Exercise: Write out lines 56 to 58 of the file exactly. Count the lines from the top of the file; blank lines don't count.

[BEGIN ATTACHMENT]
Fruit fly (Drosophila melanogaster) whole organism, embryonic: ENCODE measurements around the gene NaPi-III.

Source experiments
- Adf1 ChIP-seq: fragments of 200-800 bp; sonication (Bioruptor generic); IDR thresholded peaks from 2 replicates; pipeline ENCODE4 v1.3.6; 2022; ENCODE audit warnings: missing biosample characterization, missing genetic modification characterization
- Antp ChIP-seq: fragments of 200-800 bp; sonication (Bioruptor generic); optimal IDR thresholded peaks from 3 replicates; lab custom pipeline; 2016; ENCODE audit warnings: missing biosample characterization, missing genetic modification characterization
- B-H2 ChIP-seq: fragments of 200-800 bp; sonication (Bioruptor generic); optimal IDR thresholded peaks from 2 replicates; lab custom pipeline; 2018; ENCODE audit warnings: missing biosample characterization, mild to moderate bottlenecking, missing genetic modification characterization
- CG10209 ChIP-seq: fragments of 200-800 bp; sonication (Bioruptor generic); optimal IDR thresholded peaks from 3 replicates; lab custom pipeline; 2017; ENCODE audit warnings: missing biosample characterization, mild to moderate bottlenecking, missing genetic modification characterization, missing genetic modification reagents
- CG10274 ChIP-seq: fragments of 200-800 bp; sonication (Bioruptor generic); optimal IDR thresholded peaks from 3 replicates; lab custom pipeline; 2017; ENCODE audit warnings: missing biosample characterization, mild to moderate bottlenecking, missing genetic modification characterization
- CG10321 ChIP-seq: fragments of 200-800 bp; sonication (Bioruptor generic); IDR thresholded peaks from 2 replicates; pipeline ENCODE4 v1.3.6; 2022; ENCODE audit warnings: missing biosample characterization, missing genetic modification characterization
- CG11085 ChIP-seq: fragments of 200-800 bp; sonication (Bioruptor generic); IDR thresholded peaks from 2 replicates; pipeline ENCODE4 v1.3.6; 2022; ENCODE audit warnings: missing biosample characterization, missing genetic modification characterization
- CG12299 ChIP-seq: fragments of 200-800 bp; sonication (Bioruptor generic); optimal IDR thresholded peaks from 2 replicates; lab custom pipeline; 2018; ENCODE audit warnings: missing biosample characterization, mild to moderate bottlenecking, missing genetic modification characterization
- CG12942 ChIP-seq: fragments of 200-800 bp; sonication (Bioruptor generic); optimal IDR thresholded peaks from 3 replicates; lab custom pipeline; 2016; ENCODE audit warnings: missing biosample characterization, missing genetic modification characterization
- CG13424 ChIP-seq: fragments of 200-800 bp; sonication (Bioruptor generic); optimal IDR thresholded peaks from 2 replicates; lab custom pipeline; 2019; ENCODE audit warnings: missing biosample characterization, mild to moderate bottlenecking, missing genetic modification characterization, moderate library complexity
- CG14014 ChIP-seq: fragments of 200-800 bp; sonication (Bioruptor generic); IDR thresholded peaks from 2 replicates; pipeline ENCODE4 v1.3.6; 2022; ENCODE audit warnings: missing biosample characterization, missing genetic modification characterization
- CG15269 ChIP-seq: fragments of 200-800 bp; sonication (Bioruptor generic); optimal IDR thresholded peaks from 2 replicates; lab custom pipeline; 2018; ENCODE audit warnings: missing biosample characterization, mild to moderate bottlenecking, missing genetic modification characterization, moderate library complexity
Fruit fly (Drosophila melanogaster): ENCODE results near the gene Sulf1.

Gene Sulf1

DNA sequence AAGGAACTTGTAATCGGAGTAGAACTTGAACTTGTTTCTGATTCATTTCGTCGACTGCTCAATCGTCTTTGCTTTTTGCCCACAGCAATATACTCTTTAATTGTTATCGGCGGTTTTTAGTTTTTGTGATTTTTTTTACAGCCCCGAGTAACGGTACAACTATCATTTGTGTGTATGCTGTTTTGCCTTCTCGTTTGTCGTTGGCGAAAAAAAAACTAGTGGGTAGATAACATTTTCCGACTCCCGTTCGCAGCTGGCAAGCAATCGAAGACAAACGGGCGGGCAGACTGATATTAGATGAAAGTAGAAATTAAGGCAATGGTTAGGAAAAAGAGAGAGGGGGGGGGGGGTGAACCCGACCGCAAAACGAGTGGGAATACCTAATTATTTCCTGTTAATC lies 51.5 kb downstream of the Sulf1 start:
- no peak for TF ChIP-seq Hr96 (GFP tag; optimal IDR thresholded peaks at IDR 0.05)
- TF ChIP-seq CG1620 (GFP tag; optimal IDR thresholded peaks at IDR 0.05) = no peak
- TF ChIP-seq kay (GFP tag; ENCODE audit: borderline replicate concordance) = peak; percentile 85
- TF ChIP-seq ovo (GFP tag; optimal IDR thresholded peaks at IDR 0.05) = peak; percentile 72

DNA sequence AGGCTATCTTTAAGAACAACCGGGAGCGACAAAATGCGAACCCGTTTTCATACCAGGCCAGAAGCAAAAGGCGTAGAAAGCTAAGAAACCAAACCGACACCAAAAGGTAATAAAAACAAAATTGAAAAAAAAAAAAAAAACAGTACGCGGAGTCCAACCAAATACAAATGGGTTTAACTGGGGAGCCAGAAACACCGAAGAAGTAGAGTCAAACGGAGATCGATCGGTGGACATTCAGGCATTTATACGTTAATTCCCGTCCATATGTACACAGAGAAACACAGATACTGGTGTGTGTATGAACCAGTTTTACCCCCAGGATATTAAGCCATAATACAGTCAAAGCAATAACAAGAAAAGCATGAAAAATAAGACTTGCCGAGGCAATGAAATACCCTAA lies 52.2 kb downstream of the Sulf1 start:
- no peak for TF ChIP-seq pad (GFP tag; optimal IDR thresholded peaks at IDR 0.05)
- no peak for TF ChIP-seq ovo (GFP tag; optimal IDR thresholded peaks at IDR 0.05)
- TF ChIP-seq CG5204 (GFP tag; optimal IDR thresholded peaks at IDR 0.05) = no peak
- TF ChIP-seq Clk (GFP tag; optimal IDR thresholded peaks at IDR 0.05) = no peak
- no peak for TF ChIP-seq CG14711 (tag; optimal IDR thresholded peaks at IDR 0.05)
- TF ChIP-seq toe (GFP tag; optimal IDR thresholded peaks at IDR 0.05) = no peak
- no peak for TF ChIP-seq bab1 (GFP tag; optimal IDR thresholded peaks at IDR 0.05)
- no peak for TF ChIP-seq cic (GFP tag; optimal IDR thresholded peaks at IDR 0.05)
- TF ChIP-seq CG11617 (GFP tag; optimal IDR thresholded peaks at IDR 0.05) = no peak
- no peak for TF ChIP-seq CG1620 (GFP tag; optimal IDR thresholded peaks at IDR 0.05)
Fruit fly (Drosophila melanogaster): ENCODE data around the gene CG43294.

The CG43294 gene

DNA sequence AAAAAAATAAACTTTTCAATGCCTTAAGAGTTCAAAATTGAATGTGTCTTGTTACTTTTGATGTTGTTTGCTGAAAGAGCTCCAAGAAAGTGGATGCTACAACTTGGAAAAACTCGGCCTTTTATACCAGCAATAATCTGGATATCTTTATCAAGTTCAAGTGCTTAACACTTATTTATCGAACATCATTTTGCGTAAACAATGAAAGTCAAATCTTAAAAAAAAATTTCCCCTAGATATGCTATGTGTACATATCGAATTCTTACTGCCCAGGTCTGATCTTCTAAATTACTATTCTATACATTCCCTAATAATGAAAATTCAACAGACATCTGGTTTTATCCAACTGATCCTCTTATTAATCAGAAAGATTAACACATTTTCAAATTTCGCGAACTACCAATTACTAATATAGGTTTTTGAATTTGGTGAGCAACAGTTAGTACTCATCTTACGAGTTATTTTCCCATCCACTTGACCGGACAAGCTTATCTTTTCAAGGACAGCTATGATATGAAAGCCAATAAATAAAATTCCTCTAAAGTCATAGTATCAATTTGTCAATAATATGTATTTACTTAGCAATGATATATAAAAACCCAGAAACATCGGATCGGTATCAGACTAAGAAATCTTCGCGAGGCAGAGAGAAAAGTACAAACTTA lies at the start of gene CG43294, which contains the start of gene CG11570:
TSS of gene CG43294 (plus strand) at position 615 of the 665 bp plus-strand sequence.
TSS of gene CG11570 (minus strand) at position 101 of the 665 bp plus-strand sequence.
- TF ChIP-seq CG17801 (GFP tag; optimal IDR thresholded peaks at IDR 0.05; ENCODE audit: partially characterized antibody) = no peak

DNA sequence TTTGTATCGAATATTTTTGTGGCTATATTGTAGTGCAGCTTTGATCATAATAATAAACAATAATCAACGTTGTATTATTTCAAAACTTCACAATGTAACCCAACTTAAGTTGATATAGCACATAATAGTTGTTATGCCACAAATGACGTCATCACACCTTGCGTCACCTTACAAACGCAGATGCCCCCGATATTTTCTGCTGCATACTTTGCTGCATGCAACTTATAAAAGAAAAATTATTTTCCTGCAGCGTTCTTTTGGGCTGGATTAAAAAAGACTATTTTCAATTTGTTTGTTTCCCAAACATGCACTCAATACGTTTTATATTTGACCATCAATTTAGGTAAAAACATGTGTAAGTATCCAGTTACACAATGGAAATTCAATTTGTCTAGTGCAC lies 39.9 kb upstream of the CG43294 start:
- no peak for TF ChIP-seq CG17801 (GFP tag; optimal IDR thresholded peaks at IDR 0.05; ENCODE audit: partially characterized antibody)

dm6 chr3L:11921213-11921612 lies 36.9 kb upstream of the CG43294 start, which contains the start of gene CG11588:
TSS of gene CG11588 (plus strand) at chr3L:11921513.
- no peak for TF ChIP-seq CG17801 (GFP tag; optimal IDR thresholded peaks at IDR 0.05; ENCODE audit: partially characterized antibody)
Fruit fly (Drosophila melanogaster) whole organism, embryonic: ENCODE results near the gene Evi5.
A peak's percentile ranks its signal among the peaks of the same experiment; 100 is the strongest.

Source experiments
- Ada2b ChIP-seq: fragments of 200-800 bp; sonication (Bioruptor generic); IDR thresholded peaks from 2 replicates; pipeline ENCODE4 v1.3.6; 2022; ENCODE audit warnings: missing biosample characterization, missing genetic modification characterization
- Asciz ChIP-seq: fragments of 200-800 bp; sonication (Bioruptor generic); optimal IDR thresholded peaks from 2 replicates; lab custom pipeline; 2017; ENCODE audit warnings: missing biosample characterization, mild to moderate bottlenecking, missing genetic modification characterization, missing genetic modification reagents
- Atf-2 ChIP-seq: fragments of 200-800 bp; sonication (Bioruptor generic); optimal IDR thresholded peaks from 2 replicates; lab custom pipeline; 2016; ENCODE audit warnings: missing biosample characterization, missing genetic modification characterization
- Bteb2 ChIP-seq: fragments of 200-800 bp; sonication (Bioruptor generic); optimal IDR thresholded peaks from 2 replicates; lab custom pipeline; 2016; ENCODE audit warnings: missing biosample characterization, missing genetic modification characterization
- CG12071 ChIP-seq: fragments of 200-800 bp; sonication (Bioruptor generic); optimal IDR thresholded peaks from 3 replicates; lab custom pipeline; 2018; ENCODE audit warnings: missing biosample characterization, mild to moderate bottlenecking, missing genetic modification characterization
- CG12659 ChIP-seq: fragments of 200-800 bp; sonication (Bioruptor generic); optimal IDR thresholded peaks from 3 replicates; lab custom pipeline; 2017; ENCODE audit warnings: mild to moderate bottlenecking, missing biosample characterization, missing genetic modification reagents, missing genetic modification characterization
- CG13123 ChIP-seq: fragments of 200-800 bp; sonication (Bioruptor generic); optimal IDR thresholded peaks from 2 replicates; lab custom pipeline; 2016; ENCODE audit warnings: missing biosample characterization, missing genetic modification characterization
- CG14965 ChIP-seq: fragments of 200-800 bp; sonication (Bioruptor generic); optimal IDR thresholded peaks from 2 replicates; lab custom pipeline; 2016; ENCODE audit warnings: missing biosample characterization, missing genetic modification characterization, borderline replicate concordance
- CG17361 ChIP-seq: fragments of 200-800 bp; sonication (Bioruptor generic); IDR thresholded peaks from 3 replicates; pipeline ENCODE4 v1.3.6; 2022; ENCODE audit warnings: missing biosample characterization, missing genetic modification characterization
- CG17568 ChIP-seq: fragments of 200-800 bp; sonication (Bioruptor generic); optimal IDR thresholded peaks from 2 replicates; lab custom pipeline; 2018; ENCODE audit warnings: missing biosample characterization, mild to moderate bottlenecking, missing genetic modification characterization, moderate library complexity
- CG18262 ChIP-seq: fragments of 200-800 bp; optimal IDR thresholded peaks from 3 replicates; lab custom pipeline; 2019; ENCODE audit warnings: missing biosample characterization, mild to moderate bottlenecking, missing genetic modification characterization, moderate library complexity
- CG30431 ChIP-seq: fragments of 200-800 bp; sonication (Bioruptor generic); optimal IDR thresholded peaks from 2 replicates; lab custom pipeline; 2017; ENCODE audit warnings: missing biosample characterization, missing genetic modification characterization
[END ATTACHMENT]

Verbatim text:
- CG17568 ChIP-seq: fragments of 200-800 bp; sonication (Bioruptor generic); optimal IDR thresholded peaks from 2 replicates; lab custom pipeline; 2018; ENCODE audit warnings: missing biosample characterization, mild to moderate bottlenecking, missing genetic modification characterization, moderate library complexity
- CG18262 ChIP-seq: fragments of 200-800 bp; optimal IDR thresholded peaks from 3 replicates; lab custom pipeline; 2019; ENCODE audit warnings: missing biosample characterization, mild to moderate bottlenecking, missing genetic modification characterization, moderate library complexity
- CG30431 ChIP-seq: fragments of 200-800 bp; sonication (Bioruptor generic); optimal IDR thresholded peaks from 2 replicates; lab custom pipeline; 2017; ENCODE audit warnings: missing biosample characterization, missing genetic modification characterization